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Former Gov. Roy L. Schneider has paid the government approximately $50,000 under the terms of an agreement dismissing the charges against him and three of his top officials on 14 counts of fraud, conspiracy and falsification of records.
Territorial Court Judge Ive Swan Thursday morning accepted a motion to dismiss the government's case against Schneider and the three other defendants.
In a 20-minute proceeding, Douglas Sprotte, the chief prosecutor on the case, moved to dismiss the case with prejudice, meaning the government cannot bring charges in this case again.
Sprotte said that after meetings with the defense attorneys and the exchange of voluminous documentation, the two sides agreed to a dismissal in exchange for the compensation. Reliable sources said the compensation was in the neighborhood of $50,000, more than the approximately $36,000 racked up by Walter Brunner, a non-essential government contractor, after Hurricane Marilyn on a hotel room at Frenchman's Reef that was registered to Jean P. Greaux Jr., Schneider's electronic media specialist.
A joint press release by government and Schneider's lawyers said he has paid the compensation.
Meanwhile, Sprotte said the government was pushing forward with other corruption cases. He said the executive committee of the joint task force on public corruption would meet next Tuesday "to prepare the next case."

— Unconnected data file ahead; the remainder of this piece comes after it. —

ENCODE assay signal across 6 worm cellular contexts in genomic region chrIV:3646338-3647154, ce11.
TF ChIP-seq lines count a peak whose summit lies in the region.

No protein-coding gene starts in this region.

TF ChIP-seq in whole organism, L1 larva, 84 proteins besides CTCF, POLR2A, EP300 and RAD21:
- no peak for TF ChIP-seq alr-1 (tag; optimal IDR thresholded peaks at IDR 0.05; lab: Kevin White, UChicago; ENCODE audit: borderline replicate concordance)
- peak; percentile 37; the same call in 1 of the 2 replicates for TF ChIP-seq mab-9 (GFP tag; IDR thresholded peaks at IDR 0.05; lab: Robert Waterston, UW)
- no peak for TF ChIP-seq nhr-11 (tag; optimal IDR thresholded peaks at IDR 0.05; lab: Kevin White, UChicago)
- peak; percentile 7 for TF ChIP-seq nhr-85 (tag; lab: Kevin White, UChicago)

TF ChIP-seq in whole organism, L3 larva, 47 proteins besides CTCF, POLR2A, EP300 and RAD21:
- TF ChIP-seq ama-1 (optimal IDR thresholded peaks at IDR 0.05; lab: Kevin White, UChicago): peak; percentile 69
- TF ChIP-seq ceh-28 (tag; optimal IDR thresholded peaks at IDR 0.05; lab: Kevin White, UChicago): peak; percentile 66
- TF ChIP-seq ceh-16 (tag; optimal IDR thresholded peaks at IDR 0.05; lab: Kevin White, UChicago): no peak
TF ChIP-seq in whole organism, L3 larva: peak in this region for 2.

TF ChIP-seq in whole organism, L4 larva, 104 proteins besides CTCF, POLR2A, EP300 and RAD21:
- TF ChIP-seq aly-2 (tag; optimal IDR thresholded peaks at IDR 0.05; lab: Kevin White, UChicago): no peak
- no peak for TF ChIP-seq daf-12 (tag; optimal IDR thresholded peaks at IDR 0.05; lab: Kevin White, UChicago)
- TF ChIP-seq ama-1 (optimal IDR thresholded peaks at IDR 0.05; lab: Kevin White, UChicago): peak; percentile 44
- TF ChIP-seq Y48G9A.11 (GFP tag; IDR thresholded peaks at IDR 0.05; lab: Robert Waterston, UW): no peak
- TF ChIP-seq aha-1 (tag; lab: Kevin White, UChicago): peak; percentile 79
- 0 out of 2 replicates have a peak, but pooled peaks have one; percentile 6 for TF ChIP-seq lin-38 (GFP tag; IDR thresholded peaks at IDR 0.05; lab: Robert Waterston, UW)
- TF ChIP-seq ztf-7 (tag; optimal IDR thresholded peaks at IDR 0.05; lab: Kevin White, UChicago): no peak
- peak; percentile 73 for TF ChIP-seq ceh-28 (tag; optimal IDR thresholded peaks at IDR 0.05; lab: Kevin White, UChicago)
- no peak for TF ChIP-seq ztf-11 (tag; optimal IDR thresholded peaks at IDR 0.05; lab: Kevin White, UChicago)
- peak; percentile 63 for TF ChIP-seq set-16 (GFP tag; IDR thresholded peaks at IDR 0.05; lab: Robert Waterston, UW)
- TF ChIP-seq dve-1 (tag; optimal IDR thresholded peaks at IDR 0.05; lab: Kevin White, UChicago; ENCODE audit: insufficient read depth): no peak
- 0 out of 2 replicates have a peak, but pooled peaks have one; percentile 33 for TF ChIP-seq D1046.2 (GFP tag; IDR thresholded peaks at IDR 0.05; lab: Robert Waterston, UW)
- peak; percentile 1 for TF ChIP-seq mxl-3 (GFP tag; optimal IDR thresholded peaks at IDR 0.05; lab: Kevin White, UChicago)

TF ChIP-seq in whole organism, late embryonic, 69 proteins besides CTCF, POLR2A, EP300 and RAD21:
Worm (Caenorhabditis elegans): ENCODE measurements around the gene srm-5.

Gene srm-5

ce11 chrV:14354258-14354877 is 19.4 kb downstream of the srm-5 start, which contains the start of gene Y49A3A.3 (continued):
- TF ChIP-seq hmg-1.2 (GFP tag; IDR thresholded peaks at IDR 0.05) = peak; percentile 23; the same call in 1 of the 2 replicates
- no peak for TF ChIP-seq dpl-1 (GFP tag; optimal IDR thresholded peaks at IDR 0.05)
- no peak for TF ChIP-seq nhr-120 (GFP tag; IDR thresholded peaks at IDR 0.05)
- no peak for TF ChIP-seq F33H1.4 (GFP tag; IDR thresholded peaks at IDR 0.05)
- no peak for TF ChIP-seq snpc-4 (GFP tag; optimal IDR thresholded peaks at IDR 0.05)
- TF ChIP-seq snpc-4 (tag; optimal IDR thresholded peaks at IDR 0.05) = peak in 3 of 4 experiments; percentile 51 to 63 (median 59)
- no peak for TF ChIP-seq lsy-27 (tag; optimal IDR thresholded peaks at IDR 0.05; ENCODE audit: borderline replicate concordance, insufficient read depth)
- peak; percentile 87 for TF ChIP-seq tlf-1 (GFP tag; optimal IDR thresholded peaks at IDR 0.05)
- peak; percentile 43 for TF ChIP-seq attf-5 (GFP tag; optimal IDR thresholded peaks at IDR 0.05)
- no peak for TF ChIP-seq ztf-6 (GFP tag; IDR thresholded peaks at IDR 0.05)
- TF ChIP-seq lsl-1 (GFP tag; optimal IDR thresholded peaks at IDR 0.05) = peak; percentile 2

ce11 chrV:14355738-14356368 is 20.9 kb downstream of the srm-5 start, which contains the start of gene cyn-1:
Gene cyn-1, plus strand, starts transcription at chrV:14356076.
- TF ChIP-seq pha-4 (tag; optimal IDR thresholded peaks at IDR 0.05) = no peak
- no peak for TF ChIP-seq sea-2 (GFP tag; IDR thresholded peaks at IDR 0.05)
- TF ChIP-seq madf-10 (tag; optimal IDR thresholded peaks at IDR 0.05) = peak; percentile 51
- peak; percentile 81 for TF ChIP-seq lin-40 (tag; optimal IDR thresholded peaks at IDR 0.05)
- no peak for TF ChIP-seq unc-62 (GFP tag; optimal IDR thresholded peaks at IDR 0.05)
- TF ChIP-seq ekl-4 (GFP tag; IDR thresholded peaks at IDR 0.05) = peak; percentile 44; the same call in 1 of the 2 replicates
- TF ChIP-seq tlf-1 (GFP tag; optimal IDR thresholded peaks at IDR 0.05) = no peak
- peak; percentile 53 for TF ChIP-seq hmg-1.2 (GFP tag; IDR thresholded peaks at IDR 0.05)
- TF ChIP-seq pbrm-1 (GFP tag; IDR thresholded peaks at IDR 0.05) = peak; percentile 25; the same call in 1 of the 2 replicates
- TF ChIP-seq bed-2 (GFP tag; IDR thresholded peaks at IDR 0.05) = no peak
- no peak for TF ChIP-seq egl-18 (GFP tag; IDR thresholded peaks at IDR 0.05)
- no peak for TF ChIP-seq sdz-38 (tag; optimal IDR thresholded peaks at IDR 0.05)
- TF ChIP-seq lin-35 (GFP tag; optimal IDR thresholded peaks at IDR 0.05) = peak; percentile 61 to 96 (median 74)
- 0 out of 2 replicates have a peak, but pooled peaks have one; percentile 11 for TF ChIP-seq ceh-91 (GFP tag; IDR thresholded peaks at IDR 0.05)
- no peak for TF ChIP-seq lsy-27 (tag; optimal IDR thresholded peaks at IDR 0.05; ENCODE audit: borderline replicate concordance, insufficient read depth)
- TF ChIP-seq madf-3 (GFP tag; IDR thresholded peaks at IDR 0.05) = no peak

As Sprotte made his motion to dismiss "amens" arose from a crowd of Schneider supporters in Swan's courtroom.
Swan admonished the gallery, saying he would have "no rhetorical reactions from the audience."
The government realized, Sprotte told Swan, that "Title 33, section 3204 could be used to resolve this matter."
That section allows a certifying officer who knowingly certifies false documents – if it is a first offense – to be fined an amount equal to the incorrect payment.
Three of the defendants in the fraud case appeared in court: Schneider, Maureen Bryan, Schneider's executive assistant, and Alvin Battiste, former, and until last month, director of management and budget for the Governor's Office. Dean Wallace, former acting Finance commissioner was off-island and had waived his right to appear.
"Wallace won't dare file an appeal," Swan joked with Steven Brusch, Wallace's attorney.
The other defense attorneys - Joseph Arellano and Ivan Fisher for Schneider, Gary M. Alizzeo for Bryan and Leonard B. Francis on behalf of Battiste - all agreed to accept the motion.
After some discussion about the paperwork needed to officially dismiss the case, Swan ended the proceeding with a charge to the defendents to "Have a nice day."
Though the media had been invited to attend what was billed as a press conference held immediately following the court proceeding, it consisted of Attorney General Iver Stridiron reading the short joint press release. Neither Stridron nor Schneider's lawyers would answer questions.
"We are not in the business of providing a spin" on the story, Stridiron said.
Fisher also refused to answer questions as did Arellano, who said, "We are not giving statements."